Can one run a woodworking business by themselves?
The one-person business model has proved to be successful for many woodworkers. In spite of the fact that one person has to act in several capacities like being a craftsman, sales person, admin and accountant all in one, a one-person woodworking business can actually be the easiest to manage, establish and run.
Training, management and compliance issues
There can be several reason for this. For example, one woodworker realised that managing the extra hands, training them to get the results he wanted, supervising, inspecting, re-doing things, took so much of his time and effort that he felt going solo was more productive.
Some people work around this by hiring people part-time when they need extra help. Although this kind of arrangement works on availability of work force when you need it. If you think you can produce and sell more with hired help by all means go for it.
Another aspect is that hiring people will immediately make business accounting other compliance issues more complicated. You will need the help of professionals to set you up properly. This is means more expenditure.
The taxation gets a LOT more complicated if you have someone working for you full-time and you are definitely going to need a CPA to do the job for your at the end of every financial year.
Personal pace and space
A lot of woodworkers work solo because they want that space for themselves. And because the very efficient woodworking power tools have, to a large extent, mitigated the need for manual help. The powered saws and routers can accomplish the job in minutes that it would take a few hours to do by hand, which, actually, is the beauty of working with hand tools. I think many woodworkers will still tell you that the quality of finish one can achieve with hand tools is not possible with their powered counterparts. A hand plane is one such example of a hand tool.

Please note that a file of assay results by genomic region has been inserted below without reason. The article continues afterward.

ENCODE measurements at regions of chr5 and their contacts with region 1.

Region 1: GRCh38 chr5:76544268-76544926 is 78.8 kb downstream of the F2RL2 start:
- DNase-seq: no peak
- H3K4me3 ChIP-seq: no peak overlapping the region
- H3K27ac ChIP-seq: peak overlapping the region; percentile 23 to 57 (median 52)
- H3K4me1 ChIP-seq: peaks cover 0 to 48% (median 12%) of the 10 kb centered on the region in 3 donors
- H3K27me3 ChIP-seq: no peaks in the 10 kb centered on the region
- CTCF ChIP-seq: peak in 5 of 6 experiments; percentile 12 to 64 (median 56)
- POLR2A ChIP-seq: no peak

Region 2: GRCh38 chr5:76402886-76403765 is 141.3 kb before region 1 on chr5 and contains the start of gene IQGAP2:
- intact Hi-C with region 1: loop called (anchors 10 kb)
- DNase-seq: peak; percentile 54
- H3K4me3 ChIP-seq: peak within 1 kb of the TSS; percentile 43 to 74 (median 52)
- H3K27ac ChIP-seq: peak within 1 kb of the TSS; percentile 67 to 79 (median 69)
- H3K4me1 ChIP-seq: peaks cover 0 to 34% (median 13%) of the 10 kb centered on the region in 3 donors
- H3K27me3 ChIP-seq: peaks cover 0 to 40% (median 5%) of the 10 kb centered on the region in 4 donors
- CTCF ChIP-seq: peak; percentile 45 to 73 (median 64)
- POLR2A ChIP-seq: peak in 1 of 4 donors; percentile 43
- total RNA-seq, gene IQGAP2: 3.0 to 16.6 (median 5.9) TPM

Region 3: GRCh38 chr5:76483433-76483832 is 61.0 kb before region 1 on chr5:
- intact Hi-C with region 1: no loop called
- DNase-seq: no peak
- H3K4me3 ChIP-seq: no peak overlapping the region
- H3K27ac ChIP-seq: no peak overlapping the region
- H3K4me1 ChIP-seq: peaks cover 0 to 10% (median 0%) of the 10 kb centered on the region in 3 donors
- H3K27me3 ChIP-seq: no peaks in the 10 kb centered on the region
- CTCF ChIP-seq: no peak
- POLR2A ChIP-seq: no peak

However, you must bear in mind that going solo with a woodworking business is also hard work. Your success depends on your willingness to learn and execute all aspects of the business. Fortunately it is going to be the kind of hard work that you enjoy.
The love of woodworking, and building a business doing something that you love makes all this worth while. There are many of you who are woodworking hobbyists and would like to stay that way. This is perfectly desirable. However, there are others who are keenly interested in monetising their woodworking skill and talent. Since you are reading this blog it is safe to assume that you are one of the latter.
We want you to know that as long as you are willing to learn, you can not only just make money but also have a satisfying way of life following your passion.
“While one person and self run woodworking business is not going to make you extremely rich, it will enrich your way of life and make you comfortably financially off.”
There are of course other more extensive business models that you can pursue if expansion is on your mind. We will touch on that subject our future posts.
But mostly we are all about running and getting successful at running the show by yourself. It is going to be an exciting journey so buckle up. Get ready to learn new and interesting things that will help cement your financial freedom using your woodworking skills.
Here are some posts to get you to kick start your solo business.
- 4 Really Cheap Ways To Advertise A Woodworking Business
- 7 Ideas For A Woodworking Business
- 7 Qualities Of A Best Selling Wood Craft
- 9 Easy Woodworking Projects Ideas
- Must Have Power Tools For A Wood-Shop
- 10 Resources That Will Improve Your Woodworking Skills/
- Must Have Hand Tools For Any Woos-Shop
- All You Need To Know About Wood, Ply and Veneer
- Top 10 Best Selling Wood Crafts To Make
- How To Extract The Best Results From Your Tools For Years
- How To Buy Wood And Woodworking Supplies For Really Cheap
- What Is The Minimum Space Needed To Setup A Wood Shop?
- How To Convert A Garage Into A Woodworking Shop
- Simple Furniture or Heirloom – What Will Make You More Money?